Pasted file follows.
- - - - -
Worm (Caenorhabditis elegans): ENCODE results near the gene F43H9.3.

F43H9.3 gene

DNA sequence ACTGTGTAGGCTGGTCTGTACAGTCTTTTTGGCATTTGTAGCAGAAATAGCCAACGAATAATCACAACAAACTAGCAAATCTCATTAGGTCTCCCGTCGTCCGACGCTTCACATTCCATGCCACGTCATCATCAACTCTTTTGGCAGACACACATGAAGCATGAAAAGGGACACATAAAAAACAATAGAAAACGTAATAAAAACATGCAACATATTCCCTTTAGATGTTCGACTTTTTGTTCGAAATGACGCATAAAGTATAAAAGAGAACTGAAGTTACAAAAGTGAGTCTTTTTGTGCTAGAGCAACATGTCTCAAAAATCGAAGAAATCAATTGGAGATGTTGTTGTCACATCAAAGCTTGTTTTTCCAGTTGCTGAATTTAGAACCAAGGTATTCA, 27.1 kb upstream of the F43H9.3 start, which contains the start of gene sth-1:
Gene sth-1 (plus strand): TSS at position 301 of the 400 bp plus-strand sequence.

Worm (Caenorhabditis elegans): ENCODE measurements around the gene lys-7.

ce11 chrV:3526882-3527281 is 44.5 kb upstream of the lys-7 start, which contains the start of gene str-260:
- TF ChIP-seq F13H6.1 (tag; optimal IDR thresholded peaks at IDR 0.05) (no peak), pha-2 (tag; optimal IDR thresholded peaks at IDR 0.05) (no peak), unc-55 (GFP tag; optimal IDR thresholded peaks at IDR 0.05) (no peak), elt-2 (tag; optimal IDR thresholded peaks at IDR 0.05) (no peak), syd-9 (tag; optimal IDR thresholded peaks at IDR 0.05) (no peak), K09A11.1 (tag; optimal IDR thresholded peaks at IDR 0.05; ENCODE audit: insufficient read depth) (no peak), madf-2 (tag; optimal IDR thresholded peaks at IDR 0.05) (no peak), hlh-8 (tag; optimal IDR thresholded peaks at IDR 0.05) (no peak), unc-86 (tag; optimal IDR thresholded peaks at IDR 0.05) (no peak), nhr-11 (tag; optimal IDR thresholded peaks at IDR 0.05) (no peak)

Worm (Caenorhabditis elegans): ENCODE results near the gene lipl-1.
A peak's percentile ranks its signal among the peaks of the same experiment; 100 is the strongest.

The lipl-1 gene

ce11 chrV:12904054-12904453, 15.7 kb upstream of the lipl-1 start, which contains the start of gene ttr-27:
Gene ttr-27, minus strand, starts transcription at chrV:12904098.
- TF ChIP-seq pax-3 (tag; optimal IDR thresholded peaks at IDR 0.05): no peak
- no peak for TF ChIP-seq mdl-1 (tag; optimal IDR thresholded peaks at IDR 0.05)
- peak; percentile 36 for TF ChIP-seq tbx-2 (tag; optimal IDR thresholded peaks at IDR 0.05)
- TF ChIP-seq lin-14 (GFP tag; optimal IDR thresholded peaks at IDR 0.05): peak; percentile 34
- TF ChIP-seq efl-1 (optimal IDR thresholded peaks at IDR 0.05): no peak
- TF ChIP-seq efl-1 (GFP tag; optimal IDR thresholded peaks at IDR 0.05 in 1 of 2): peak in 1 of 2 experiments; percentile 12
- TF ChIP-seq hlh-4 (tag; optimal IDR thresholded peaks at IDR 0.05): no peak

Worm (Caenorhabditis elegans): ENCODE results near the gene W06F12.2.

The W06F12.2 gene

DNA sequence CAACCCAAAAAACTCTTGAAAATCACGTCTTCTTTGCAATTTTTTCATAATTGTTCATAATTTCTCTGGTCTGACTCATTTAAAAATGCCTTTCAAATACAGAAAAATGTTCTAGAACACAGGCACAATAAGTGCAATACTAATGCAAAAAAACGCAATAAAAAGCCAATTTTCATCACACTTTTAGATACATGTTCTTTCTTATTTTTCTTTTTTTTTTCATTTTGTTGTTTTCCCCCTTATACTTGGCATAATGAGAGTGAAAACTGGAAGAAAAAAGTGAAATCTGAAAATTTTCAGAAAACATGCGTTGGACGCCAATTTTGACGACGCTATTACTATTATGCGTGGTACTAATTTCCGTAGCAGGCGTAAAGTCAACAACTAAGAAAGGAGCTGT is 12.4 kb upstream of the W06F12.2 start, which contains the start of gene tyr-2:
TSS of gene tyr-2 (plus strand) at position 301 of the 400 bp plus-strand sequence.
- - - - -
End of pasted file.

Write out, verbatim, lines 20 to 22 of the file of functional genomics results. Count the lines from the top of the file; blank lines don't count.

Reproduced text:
Worm (Caenorhabditis elegans): ENCODE results near the gene W06F12.2.

The W06F12.2 gene

DNA sequence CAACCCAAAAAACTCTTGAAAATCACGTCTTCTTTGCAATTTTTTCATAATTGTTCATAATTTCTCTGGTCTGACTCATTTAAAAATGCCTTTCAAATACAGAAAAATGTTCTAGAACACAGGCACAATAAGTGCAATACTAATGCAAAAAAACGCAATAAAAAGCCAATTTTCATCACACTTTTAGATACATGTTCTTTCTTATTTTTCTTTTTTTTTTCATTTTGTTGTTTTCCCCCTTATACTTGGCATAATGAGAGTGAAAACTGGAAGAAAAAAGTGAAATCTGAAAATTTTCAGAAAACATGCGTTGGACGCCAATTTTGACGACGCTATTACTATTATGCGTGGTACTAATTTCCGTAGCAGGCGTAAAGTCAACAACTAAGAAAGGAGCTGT is 12.4 kb upstream of the W06F12.2 start, which contains the start of gene tyr-2: